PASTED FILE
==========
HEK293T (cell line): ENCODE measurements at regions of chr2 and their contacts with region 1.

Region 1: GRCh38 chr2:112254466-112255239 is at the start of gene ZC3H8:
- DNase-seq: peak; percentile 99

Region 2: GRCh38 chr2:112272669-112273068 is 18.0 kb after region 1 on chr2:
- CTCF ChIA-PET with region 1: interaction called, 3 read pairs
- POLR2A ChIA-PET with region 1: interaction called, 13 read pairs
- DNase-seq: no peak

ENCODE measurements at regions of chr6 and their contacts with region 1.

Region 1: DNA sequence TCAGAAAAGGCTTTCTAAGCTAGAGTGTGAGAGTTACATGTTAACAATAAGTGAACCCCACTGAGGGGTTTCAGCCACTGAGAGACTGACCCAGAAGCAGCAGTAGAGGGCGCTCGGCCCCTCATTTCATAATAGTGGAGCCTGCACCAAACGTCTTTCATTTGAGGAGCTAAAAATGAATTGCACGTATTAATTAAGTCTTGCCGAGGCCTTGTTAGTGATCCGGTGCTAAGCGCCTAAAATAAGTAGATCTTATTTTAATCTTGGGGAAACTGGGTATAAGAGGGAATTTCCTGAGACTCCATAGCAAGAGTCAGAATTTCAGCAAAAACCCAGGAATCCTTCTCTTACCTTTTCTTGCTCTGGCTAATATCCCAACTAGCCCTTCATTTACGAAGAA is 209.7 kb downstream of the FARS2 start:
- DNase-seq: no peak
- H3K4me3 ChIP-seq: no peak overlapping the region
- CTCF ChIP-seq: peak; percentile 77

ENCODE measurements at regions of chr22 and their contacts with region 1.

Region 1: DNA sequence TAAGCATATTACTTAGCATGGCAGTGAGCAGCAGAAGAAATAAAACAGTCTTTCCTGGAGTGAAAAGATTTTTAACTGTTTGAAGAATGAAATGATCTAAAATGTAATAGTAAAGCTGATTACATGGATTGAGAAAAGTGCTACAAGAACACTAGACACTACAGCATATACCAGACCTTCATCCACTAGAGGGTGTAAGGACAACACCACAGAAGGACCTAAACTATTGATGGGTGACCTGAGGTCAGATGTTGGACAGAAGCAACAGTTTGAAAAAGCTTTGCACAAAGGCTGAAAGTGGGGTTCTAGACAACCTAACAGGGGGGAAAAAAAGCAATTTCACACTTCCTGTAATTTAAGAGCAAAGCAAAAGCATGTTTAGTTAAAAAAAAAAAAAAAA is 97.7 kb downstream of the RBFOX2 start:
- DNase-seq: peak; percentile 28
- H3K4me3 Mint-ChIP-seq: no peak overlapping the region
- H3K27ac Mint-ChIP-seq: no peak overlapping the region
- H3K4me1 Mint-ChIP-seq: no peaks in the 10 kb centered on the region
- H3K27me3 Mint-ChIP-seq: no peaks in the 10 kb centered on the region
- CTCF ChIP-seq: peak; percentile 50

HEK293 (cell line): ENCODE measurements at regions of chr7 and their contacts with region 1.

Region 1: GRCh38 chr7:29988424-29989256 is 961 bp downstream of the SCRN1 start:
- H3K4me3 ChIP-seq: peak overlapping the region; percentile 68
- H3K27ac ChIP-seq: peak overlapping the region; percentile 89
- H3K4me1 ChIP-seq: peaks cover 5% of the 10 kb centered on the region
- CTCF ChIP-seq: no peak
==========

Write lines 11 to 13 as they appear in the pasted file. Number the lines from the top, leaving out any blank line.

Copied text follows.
- H3K4me3 ChIP-seq: no peak overlapping the region
- CTCF ChIP-seq: peak; percentile 77

ENCODE measurements at regions of chr22 and their contacts with region 1.